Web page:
Trick training is a fun way for your dog to earn his lunch and for you to really get into teaching your dog behaviours.
Keep it light, keep it fun and remember, it’s all tricks to your dog!
Time Allowance: Practice for 1-2 minute sessions and then take a break. Have a few sessions today and tomorrow.
Try fitting each short session into your routine; for example, while you wait for the kettle to boil, during the ad break of your TV show or while you wait for the computer to start up.
Kids are often great dog trainers. Teach each child how to lure safely.
If your dog is mouthy, jumpy or likely to get over-excited it might be best for you to get the behaviours established and then bring in the kids to help with practice.
Always supervise child-dog interactions and make sure children learn to leave the dog alone when eating his rewards.
Top Tip for Today’s Training Games:
When you are just starting with a new behaviour (for you or your dog) work in a low distraction situation, such as inside the house, so that both you and your dog can concentrate on learning the new behaviour.
Let’s start with luring – this is a way of teaching dogs simple behaviours by guiding their body into position with a food reward or toy right on their nose.
A small food reward, like a piece of kibble, is best to start with as it can be hidden in your hand easily.
The mechanics of luring start with how you hold the lure:
Hold the lure under your thumb and against your fingers. Present the back of your fingers to the dog though.
This helps to avoid your dog mouthing at the lure in your fingers.
Move the lure down to your palm when you reward the dog.
Deliver the lure, as a reward, on your flat palm. This is a safer reward presentation and reduces your dog’s teeth catching your hand.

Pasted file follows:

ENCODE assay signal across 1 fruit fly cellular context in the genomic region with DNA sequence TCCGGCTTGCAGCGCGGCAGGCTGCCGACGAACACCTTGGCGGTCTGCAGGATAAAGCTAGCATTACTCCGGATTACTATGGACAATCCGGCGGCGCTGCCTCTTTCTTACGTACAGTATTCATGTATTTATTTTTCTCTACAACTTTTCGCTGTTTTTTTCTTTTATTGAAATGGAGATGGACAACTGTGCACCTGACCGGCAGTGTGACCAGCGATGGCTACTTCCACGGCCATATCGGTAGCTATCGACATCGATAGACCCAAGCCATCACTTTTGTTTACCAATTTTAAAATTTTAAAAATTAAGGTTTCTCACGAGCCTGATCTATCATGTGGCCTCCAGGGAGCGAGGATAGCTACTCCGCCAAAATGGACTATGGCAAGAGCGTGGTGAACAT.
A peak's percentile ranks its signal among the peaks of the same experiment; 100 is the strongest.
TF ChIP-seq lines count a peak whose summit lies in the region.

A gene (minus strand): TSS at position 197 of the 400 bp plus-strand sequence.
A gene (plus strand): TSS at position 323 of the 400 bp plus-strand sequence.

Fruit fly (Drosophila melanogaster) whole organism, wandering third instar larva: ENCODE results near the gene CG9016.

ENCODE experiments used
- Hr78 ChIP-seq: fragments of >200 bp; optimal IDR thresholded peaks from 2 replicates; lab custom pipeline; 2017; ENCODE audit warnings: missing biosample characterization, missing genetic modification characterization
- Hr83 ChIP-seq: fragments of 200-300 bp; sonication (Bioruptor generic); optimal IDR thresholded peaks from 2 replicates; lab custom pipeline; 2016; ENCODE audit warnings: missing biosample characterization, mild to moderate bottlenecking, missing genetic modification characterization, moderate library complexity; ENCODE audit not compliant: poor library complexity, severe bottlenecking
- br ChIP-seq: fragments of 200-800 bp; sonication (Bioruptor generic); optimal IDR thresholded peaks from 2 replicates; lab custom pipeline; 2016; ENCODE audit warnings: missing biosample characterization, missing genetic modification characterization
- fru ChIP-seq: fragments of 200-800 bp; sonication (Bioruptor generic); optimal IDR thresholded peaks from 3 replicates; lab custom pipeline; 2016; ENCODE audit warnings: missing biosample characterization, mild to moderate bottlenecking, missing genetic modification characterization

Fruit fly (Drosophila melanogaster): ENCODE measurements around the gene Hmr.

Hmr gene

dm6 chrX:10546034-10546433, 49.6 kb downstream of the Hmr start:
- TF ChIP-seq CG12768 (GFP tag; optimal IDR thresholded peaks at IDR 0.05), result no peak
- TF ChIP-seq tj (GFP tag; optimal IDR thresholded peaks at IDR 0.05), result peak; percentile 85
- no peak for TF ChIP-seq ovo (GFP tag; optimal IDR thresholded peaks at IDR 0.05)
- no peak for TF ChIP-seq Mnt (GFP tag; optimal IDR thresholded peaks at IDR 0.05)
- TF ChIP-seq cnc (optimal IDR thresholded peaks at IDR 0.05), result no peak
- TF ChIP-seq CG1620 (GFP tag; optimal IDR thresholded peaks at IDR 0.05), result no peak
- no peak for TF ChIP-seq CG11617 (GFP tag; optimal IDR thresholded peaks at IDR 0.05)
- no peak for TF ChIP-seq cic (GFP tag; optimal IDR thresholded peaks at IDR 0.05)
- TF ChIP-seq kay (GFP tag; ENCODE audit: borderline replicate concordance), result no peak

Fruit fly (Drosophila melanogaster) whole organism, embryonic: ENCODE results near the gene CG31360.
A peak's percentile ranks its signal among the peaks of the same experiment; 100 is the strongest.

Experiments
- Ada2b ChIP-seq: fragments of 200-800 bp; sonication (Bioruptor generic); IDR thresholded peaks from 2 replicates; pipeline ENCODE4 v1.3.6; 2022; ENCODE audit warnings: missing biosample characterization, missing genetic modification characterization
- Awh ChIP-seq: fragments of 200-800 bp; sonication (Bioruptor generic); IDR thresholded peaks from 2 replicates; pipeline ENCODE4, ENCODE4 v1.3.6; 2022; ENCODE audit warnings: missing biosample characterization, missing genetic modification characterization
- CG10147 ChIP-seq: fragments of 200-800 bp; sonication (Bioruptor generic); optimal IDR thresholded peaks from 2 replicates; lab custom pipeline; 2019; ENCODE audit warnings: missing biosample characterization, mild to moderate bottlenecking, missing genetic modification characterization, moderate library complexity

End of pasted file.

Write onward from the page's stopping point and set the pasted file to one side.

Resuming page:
Hold the lure right at your dog’s nose and move it slowly until they are in position. Say YES! and release the lure to reward them.
Think of the lure like a magnet…
If your dog’s nose isn’t right at the lure (remember, it’s a magnet) you’re moving too fast or in the wrong position.
Luring properly can take quite a bit of practice but we’ll keep it simple with some cute tricks to get you started.
Beginner Level Tricks
Ask your dog to sit, or lure him into sit position.
Slowly raise the lure, right at your dog’s nose, straight up above his head.
When he lifts his front legs off the floor, say YES! and release the lure to reward him.
Repeat until your dog promptly follows the lure straight up, and supports his weight, front legs off the floor.
We certainly don’t want to have to lure the dog with a food reward every time we want the dog to do a behaviour so as soon as the dog is doing the behaviour by following the lure, we will begin to fade the lure and eventually get rid of it altogether.
First stage is to fade the lure so that it’s less about the lure and more about being rewarded for the behaviour:
once your dog is performing the behaviour every time you lure him, keep the lure working but don’t let the dog have it – when he completes the behaviour, say YES! and reward him with a food reward from your other hand
When the dog is performing the behaviour on verbal cue we can begin to think about reducing the number of food rewards.
If you would bet €50 that your dog will do the behaviour when you ask him, you can start to reduce the number of food rewards! Doing so before this may weaken the reliability of the behaviour – don’t un-do your hard work!
Do you have a favourite trick you are working on? Practice that one instead, having your dog earn his Training Mix!